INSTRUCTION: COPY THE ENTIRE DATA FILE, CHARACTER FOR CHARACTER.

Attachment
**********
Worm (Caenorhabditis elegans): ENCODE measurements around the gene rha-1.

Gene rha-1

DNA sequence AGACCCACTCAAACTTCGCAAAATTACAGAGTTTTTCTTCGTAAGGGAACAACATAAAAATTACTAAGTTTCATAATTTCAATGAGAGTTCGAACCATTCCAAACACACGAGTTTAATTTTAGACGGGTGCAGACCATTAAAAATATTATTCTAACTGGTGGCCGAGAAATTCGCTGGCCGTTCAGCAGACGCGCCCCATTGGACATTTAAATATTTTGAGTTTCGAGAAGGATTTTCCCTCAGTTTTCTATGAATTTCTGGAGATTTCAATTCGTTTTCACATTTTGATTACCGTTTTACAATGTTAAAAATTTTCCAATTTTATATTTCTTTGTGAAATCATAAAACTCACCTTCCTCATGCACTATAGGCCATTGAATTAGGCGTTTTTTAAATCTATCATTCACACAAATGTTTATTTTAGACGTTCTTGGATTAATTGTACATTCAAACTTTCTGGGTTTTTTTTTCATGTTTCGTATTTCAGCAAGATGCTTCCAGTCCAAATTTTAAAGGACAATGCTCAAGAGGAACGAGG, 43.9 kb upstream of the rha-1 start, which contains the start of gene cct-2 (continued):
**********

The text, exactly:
Worm (Caenorhabditis elegans): ENCODE measurements around the gene rha-1.

Gene rha-1

DNA sequence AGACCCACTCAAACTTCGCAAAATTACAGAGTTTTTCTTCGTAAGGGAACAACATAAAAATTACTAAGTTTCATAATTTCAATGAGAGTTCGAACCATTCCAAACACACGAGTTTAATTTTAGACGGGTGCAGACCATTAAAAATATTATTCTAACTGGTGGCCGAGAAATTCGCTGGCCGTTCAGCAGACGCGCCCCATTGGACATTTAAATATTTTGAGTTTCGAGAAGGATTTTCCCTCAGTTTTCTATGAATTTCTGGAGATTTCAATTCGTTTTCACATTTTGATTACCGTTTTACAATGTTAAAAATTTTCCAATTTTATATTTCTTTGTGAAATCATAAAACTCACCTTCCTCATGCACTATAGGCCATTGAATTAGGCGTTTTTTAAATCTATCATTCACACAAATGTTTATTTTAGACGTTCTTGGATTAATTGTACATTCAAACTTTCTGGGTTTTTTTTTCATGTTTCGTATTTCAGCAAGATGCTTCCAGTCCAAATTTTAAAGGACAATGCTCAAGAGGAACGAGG, 43.9 kb upstream of the rha-1 start, which contains the start of gene cct-2 (continued):